His high school coach, Bruce Simmons, tried to teach him to channel his emotions into competition.

"His freshman year at Michigan State, he got one minute against Ohio State," Simmons says. "He called and said, 'Coach Bruce, I'm going to transfer. F--- this s---.' And I said, 'Noooo. We don't do that. This is what you're going to do. You're going to go into practice. [Senior] Marquise Gray is getting your minutes. Bust his ass. Talk s--- to him. And then when you're doing that, look at Izzo, because Izzo is putting this [guy] on the court instead of you.'"

Not long after, Green started playing well enough to force Izzo's hand.

Simmons still corresponds with Green frequently and tries to counsel him. "The older I've gotten, I've learned to deal logically with situations instead of with emotions," Simmons says. "So I tell him, 'Kid, you made it. You ain't that second-round kid trying to make a team. You made it. You're a big reason why Golden State is winning. So you gotta take that right path when you express yourself.'"

THIS SPRING, GREEN'Sfiancée, Hazel Renee, and mother Babers-Green double-teamed him on a variety of issues: his treatment of teammates, coaches, referees, even his own health.

"They kind of sat him down like, 'Listen, you gotta chill out,'" Stephens says. "He was watching his son [Draymond Jr.] shoot on the hoop and he's flopping and he's like, 'Oh man. Is that what I look like? I had no idea how much energy I was wasting arguing calls and doing all of that crazy stuff.'

"Now he's just playing. He's not complaining and arguing as much. He's being a leader and a voice for his team and watching defensively, knowing what the other team's going to run, calling yourself out, telling people where to go. You see him do that stuff now, this kind of reeling himself back in.

"That talk he had with his mom and fiancée really got him refocused."

Like any diet, this type of self-control is hard to stick to long-term. Green says he likes the way he feels now and wants to stay healthy and in shape as long as he can. Frankly, his future depends on it.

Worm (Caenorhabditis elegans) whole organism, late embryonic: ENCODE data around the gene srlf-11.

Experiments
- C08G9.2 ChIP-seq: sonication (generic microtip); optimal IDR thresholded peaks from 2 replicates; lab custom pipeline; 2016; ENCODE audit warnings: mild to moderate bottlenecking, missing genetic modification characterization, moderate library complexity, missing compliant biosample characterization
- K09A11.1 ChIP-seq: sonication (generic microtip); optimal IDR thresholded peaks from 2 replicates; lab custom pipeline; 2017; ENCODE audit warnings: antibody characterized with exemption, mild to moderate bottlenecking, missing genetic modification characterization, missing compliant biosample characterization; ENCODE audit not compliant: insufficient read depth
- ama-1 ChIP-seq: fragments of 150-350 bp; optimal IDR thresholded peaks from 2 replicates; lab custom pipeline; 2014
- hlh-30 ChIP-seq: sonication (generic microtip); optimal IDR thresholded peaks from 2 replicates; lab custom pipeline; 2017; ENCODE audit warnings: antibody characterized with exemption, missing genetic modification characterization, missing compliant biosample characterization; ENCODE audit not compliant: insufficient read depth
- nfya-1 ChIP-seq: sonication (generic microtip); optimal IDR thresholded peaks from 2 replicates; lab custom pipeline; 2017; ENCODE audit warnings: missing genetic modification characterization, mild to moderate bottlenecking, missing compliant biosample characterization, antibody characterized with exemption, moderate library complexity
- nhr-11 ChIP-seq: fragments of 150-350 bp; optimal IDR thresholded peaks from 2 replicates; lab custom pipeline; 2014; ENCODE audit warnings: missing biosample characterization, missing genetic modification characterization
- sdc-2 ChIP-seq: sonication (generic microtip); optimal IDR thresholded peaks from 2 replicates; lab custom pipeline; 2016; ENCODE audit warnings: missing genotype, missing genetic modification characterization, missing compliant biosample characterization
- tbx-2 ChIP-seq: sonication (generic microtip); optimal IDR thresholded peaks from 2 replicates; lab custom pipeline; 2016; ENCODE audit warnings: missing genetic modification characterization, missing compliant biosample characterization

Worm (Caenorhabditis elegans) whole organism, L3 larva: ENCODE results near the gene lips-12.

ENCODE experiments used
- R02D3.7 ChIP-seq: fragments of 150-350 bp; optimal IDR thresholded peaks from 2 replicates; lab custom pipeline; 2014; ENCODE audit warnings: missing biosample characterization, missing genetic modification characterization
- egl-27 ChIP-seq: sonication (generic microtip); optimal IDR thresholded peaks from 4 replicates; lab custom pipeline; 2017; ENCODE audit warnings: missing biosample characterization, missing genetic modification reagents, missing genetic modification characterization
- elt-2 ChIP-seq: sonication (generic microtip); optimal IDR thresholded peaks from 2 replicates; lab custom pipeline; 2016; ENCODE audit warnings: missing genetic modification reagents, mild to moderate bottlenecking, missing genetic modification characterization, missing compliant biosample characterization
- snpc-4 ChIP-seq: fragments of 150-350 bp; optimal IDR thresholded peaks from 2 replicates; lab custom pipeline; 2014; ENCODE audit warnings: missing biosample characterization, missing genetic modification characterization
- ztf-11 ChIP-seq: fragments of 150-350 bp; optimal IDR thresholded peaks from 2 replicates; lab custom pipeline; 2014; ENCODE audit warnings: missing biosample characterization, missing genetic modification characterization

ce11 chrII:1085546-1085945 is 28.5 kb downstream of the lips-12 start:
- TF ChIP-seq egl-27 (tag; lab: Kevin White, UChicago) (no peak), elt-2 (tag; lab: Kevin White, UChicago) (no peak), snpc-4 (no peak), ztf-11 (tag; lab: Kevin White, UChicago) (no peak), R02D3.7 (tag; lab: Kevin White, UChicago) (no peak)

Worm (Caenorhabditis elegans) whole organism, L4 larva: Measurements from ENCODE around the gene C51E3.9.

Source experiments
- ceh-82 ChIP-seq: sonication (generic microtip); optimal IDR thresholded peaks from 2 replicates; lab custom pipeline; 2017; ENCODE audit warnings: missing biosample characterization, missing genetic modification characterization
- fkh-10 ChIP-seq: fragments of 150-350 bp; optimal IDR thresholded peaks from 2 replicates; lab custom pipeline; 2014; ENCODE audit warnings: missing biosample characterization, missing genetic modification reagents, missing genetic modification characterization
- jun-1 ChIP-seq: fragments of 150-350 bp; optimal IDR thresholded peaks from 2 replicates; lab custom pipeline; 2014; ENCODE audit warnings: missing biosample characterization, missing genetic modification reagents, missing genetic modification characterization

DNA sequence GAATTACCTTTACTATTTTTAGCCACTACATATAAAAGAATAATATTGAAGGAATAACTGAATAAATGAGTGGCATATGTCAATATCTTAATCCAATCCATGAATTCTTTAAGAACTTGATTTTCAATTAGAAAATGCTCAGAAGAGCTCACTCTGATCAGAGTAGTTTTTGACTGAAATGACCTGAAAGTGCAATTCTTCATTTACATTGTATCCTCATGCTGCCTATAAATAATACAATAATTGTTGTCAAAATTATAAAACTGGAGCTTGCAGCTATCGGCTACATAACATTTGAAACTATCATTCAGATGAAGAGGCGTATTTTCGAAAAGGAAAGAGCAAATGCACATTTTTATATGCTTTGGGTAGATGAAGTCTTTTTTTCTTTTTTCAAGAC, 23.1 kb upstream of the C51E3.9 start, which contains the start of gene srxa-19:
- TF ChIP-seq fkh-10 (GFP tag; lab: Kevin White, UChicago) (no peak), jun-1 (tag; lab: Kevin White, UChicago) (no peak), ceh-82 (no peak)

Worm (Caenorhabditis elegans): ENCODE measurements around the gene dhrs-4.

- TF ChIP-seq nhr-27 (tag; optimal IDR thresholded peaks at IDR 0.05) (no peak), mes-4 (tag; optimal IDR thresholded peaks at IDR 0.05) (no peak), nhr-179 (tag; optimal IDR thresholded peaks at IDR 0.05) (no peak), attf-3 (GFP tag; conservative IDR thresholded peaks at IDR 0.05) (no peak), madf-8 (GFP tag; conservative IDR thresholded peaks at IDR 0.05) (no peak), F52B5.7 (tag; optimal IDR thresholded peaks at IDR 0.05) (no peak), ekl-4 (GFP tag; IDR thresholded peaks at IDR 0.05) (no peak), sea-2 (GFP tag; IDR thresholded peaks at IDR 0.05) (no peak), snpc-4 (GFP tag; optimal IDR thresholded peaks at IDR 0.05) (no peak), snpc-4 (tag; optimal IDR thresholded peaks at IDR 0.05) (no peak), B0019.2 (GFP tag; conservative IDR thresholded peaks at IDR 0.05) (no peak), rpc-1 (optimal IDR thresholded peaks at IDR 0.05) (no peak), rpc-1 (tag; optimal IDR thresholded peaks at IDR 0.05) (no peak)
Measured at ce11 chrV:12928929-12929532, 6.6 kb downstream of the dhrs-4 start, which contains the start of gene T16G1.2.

If he became the type of player who brought his team only tantrums and infighting, Golden State might not have returned to the NBA Finals again, let alone had a chance to win. If his November feud with Durant was a preview -- if that was how he was going to age -- why would the Warriors be inclined to extend him this summer?

"I mean, I think all those things come into your mind," Green says. "You always have those thoughts. And if you don't have those thoughts, you read it, you know?"

Just as important as the mental conditioning that Green's diet brought to his game has been Renee, to whom he proposed in January.

"She's a lot like my mom," Green says. "When I'm making decisions now, somewhere in my mind is like, 'Will she approve of it?'

"That definitely makes a difference, having that peace in life all around. So many times, we forget that everything matters. Everything. It's not just about the game of basketball. Everything in a person's life matters -- whether you're a CEO of a Fortune 500 company or an NBA player. When you find that person who does that for you, it matters. And I feel like I'm at peace in life right now. So I'm at peace in the game of basketball."